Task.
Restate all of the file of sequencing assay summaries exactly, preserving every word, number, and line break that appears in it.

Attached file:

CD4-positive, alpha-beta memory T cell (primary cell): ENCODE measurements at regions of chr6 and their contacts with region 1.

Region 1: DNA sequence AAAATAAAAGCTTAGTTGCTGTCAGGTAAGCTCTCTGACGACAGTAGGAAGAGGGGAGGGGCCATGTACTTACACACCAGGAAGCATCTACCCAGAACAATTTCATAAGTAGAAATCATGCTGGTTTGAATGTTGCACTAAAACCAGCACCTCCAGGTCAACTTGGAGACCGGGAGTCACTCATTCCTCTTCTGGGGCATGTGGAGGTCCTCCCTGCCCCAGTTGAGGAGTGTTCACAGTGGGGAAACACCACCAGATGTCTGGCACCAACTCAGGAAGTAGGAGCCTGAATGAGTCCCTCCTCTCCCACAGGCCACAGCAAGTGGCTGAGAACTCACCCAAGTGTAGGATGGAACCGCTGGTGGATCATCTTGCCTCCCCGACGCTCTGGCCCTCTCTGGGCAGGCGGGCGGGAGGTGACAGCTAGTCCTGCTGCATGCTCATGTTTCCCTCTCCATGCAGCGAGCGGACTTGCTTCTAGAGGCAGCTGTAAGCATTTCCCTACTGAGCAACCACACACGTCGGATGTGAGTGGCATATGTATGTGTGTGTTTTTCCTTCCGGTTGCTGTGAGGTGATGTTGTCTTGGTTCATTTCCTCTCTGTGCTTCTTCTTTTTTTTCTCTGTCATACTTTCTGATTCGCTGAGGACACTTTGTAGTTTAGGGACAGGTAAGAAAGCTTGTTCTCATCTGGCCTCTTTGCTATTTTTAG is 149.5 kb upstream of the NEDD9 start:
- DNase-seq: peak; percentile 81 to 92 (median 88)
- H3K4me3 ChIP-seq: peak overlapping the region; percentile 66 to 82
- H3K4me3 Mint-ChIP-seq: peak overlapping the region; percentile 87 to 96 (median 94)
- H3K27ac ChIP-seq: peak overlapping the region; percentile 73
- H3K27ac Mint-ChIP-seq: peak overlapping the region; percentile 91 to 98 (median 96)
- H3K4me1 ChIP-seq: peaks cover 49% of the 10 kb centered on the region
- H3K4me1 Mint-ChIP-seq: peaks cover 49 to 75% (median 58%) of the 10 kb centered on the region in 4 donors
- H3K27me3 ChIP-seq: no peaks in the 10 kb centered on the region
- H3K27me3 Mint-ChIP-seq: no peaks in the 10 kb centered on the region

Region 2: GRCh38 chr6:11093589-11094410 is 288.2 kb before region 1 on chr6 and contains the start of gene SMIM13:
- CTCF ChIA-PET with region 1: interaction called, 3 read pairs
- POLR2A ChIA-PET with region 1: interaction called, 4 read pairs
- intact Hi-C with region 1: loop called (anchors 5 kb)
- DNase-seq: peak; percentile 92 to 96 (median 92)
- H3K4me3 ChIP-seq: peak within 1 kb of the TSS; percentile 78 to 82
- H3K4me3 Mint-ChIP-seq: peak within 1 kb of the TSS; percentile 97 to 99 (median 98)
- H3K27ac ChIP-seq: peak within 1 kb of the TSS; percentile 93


CD4-positive, alpha-beta memory T cell (primary cell): ENCODE measurements at regions of chr6 and their contacts with region 1.

Region 1: DNA sequence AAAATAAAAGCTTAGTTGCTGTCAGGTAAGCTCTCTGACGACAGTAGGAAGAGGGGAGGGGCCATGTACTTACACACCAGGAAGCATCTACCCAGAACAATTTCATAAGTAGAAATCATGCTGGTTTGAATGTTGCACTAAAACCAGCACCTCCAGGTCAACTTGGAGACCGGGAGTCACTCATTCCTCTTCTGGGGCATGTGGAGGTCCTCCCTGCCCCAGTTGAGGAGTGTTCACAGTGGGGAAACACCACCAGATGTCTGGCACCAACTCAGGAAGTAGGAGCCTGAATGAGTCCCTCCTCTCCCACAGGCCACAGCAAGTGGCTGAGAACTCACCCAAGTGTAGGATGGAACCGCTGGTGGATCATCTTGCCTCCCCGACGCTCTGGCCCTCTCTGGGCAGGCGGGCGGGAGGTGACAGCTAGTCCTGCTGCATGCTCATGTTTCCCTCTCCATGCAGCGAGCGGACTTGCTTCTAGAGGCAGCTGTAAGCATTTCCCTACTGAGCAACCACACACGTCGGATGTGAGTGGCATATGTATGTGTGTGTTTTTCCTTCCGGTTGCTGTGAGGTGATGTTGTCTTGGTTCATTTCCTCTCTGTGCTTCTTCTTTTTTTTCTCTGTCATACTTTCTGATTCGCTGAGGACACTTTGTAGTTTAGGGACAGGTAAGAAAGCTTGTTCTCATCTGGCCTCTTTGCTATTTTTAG is 149.5 kb upstream of the NEDD9 start:
- DNase-seq: peak; percentile 81 to 92 (median 88)
- H3K4me3 ChIP-seq: peak overlapping the region; percentile 66 to 82
- H3K4me3 Mint-ChIP-seq: peak overlapping the region; percentile 87 to 96 (median 94)
- H3K27ac ChIP-seq: peak overlapping the region; percentile 73
- H3K27ac Mint-ChIP-seq: peak overlapping the region; percentile 91 to 98 (median 96)
- H3K4me1 ChIP-seq: peaks cover 49% of the 10 kb centered on the region
- H3K4me1 Mint-ChIP-seq: peaks cover 49 to 75% (median 58%) of the 10 kb centered on the region in 4 donors
- H3K27me3 ChIP-seq: no peaks in the 10 kb centered on the region
- H3K27me3 Mint-ChIP-seq: no peaks in the 10 kb centered on the region

Region 2: GRCh38 chr6:11093589-11094410 is 288.2 kb before region 1 on chr6 and contains the start of gene SMIM13:
- CTCF ChIA-PET with region 1: interaction called, 3 read pairs
- POLR2A ChIA-PET with region 1: interaction called, 4 read pairs
- intact Hi-C with region 1: loop called (anchors 5 kb)
- DNase-seq: peak; percentile 92 to 96 (median 92)
- H3K4me3 ChIP-seq: peak within 1 kb of the TSS; percentile 78 to 82
- H3K4me3 Mint-ChIP-seq: peak within 1 kb of the TSS; percentile 97 to 99 (median 98)
- H3K27ac ChIP-seq: peak within 1 kb of the TSS; percentile 93